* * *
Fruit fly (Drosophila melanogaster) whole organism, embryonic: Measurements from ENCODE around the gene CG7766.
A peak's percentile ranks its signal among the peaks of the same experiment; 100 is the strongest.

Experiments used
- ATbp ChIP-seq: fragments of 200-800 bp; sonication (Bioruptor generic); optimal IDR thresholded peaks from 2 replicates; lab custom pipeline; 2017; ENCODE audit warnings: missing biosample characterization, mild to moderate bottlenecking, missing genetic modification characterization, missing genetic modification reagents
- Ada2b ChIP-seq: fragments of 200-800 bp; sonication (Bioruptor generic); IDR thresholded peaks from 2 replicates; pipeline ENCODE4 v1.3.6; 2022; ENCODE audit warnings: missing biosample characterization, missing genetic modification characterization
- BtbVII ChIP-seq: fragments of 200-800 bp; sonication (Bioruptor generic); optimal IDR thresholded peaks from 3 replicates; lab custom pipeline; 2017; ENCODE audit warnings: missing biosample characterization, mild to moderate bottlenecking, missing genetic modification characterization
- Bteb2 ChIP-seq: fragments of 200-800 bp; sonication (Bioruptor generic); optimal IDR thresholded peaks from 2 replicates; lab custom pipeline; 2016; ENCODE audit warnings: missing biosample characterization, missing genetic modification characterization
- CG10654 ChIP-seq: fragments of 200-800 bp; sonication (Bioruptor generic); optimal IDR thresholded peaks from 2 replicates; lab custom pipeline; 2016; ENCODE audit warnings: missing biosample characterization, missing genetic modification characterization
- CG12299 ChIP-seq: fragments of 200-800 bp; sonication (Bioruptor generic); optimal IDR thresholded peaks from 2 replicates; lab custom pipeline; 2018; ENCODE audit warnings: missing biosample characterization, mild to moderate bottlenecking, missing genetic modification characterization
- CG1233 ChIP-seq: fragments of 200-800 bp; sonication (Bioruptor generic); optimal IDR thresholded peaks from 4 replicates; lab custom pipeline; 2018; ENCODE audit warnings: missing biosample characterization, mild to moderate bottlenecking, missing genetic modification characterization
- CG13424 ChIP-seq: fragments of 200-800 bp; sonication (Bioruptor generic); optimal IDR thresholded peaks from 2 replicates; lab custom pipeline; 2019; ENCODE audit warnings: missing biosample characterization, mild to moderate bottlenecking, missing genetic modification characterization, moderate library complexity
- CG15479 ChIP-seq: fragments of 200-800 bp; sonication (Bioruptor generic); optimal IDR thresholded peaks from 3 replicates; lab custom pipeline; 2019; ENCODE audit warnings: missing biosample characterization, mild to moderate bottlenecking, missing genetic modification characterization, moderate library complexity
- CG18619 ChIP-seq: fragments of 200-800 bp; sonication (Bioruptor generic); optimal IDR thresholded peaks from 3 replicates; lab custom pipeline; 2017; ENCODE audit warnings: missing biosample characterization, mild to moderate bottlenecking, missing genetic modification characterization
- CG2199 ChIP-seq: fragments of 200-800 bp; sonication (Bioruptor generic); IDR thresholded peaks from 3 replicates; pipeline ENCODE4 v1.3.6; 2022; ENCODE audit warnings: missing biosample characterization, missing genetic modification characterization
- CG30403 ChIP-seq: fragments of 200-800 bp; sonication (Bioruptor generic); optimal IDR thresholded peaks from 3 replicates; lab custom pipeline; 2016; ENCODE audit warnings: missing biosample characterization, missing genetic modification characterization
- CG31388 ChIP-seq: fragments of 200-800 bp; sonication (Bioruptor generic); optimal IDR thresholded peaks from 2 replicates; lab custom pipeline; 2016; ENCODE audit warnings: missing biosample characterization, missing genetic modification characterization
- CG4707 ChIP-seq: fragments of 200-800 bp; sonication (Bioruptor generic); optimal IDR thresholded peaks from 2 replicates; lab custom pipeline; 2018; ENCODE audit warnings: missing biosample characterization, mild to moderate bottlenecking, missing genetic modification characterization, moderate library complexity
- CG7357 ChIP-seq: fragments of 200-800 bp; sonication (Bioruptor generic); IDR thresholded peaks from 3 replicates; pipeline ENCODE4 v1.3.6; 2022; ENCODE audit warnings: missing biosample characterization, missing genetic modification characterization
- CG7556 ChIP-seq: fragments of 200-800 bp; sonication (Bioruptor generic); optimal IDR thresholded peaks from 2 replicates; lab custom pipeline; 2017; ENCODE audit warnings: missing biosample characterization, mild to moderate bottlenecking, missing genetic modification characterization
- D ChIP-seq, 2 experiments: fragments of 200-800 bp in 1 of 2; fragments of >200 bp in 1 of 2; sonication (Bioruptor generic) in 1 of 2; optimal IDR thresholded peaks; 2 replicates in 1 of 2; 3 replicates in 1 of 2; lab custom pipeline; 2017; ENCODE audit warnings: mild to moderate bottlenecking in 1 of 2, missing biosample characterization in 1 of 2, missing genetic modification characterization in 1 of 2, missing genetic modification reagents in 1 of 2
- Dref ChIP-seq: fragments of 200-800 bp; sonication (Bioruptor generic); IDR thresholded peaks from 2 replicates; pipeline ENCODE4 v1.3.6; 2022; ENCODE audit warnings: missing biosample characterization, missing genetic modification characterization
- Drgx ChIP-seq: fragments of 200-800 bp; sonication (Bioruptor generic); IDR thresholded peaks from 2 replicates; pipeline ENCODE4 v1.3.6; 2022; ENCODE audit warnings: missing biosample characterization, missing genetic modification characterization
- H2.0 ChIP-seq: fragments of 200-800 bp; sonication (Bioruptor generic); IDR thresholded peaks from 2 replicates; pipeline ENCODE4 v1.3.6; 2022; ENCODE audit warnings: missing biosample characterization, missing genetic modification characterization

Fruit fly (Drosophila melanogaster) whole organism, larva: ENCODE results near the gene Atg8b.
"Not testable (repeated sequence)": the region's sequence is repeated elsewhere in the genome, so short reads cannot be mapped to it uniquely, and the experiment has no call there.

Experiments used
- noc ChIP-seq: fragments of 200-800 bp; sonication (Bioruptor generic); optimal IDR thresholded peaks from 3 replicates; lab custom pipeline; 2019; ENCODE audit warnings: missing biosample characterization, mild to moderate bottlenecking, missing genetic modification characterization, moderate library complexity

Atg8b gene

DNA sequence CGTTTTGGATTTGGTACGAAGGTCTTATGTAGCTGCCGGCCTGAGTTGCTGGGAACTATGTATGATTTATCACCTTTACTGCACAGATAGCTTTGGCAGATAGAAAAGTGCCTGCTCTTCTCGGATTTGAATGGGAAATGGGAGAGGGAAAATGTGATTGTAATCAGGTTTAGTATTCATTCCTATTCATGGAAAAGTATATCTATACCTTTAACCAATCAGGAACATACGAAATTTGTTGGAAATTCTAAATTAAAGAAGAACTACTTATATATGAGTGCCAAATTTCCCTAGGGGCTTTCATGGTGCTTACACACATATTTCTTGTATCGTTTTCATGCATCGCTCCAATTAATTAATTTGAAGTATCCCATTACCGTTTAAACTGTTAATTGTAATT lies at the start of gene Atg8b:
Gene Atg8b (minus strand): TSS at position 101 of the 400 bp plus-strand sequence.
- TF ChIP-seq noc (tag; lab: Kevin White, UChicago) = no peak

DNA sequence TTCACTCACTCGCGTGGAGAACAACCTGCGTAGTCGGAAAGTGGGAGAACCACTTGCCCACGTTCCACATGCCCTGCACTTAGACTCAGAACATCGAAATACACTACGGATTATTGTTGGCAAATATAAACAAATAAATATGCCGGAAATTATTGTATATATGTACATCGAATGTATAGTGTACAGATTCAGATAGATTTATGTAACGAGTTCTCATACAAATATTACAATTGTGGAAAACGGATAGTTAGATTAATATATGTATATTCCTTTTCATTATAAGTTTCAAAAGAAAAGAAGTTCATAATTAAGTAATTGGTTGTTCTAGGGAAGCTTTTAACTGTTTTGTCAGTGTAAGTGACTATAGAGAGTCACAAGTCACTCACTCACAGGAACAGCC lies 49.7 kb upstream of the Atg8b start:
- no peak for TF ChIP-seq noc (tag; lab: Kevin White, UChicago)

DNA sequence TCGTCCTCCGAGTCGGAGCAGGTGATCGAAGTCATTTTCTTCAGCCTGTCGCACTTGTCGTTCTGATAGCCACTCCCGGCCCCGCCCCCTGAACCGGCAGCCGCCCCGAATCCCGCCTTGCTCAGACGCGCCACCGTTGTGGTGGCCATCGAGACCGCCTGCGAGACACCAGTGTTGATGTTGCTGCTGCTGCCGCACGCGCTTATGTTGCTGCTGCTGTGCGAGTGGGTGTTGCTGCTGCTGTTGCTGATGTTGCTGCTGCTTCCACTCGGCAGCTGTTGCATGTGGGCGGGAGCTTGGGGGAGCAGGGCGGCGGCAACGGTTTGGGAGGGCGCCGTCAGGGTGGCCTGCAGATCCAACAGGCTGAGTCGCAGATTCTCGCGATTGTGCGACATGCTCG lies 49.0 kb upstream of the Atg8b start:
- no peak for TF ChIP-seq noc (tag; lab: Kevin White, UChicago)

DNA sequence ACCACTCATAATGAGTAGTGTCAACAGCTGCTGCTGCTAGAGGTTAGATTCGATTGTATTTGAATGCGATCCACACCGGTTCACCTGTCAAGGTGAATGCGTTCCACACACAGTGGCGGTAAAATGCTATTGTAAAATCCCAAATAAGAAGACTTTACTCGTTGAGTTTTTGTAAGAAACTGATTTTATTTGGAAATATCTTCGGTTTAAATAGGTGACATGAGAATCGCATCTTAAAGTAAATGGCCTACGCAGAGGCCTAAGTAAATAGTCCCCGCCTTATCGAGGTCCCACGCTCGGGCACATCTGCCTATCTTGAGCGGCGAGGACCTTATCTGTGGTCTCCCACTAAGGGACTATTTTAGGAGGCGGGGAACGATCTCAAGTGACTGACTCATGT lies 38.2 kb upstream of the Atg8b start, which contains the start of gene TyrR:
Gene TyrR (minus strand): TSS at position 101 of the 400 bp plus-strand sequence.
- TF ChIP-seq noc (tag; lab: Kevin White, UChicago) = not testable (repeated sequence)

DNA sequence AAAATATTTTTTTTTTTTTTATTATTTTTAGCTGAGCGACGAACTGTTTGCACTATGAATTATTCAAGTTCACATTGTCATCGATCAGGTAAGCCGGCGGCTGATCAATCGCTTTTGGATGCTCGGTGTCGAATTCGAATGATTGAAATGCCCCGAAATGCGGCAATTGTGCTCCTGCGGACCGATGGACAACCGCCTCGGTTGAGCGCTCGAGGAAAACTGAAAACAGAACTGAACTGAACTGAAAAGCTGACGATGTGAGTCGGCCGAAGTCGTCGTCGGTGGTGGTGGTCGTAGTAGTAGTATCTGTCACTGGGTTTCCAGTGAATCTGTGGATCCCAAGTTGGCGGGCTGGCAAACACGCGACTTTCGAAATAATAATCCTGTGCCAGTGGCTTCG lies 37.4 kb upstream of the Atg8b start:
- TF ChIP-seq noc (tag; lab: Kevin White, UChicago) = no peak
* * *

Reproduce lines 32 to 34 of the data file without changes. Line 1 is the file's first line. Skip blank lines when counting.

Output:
DNA sequence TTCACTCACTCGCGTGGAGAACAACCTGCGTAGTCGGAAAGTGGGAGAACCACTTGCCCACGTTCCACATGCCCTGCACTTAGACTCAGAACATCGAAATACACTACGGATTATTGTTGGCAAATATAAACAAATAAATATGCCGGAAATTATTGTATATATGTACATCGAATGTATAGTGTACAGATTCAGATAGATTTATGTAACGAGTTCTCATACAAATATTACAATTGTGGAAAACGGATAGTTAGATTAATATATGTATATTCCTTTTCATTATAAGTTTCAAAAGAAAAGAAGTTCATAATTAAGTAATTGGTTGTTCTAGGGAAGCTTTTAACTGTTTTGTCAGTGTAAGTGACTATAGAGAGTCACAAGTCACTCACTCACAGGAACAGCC lies 49.7 kb upstream of the Atg8b start:
- no peak for TF ChIP-seq noc (tag; lab: Kevin White, UChicago)

DNA sequence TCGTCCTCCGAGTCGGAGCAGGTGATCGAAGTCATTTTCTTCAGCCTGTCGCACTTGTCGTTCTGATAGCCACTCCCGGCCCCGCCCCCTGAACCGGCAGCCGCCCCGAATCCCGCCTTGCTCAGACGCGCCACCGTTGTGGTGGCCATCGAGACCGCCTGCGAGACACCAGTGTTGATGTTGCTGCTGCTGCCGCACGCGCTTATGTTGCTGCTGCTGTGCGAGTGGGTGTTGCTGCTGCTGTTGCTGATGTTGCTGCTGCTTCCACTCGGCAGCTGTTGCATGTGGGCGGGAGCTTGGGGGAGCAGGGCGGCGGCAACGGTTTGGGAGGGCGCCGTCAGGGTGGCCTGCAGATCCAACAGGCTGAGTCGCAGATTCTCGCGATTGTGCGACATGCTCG lies 49.0 kb upstream of the Atg8b start: